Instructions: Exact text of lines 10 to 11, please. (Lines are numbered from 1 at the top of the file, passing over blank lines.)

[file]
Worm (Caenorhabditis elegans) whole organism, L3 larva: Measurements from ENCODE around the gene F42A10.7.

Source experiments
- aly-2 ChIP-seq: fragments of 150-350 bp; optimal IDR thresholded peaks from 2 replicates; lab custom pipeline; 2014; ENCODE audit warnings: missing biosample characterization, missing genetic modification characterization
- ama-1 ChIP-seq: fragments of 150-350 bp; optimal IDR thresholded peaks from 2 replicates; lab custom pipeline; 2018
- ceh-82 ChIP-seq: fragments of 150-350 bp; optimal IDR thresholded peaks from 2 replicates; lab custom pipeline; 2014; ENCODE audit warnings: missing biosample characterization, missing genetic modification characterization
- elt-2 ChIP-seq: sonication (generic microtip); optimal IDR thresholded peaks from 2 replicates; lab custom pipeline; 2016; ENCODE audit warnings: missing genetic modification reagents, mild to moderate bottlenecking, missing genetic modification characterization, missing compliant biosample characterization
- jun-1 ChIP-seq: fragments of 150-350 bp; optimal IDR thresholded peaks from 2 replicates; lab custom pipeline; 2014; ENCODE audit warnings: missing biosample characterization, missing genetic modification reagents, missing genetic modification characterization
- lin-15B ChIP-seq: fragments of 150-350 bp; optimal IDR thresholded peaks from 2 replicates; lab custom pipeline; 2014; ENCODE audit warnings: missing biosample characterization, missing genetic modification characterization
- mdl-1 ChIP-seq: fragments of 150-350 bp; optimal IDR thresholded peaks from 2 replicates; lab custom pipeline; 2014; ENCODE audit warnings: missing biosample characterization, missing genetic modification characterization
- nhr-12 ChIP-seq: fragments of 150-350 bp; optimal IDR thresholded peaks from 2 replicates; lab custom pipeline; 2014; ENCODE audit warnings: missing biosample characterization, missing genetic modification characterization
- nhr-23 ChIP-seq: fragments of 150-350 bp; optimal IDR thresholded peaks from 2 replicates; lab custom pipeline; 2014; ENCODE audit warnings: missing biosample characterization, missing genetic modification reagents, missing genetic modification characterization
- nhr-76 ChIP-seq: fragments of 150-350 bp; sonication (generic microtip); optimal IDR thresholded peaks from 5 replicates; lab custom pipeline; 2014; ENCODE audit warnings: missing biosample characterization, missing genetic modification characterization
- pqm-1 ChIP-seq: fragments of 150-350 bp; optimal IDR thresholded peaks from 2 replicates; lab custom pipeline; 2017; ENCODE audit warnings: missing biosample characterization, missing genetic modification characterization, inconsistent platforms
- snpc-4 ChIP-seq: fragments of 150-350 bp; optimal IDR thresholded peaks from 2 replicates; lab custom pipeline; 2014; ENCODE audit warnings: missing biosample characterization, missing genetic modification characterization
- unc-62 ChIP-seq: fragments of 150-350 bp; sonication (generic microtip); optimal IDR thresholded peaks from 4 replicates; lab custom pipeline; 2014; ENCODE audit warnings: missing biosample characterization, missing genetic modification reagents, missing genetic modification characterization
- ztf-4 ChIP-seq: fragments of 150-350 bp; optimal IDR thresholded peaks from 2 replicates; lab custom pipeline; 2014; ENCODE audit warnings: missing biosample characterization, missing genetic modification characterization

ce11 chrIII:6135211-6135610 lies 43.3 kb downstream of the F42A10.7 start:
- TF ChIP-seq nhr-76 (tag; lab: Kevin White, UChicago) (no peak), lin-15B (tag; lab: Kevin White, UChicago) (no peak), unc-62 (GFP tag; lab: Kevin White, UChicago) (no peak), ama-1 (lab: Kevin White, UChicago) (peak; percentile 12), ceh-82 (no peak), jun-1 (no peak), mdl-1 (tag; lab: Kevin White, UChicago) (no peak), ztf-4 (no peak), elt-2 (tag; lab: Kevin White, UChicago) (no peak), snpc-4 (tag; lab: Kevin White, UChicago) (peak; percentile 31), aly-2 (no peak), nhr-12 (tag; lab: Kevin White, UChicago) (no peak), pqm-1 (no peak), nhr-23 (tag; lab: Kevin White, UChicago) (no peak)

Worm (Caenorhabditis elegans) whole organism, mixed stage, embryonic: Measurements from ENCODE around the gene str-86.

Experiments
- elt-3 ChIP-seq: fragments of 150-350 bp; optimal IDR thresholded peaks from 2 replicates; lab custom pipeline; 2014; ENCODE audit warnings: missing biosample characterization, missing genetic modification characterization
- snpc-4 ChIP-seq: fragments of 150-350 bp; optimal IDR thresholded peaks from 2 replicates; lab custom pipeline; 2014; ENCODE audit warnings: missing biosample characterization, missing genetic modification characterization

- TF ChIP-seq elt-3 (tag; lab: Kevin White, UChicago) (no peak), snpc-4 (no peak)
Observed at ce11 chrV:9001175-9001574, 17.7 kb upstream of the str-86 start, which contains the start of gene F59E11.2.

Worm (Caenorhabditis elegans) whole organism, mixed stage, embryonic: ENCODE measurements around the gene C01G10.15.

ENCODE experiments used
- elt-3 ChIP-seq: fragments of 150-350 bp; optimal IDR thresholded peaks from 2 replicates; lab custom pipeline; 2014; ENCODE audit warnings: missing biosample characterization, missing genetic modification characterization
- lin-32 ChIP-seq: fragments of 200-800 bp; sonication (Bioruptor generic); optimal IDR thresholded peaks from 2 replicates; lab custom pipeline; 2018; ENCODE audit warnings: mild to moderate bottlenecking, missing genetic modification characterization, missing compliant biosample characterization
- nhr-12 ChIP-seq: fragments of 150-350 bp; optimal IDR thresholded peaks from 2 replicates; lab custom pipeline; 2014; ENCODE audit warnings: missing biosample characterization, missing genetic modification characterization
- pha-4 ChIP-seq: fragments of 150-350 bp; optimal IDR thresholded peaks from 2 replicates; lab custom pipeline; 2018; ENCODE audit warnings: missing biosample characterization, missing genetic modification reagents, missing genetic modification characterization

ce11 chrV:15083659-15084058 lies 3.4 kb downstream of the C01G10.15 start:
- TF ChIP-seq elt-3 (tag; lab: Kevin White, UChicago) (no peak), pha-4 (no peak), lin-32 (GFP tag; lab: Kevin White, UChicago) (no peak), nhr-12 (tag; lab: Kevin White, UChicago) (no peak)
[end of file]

- nhr-12 ChIP-seq: fragments of 150-350 bp; optimal IDR thresholded peaks from 2 replicates; lab custom pipeline; 2014; ENCODE audit warnings: missing biosample characterization, missing genetic modification characterization
- nhr-23 ChIP-seq: fragments of 150-350 bp; optimal IDR thresholded peaks from 2 replicates; lab custom pipeline; 2014; ENCODE audit warnings: missing biosample characterization, missing genetic modification reagents, missing genetic modification characterization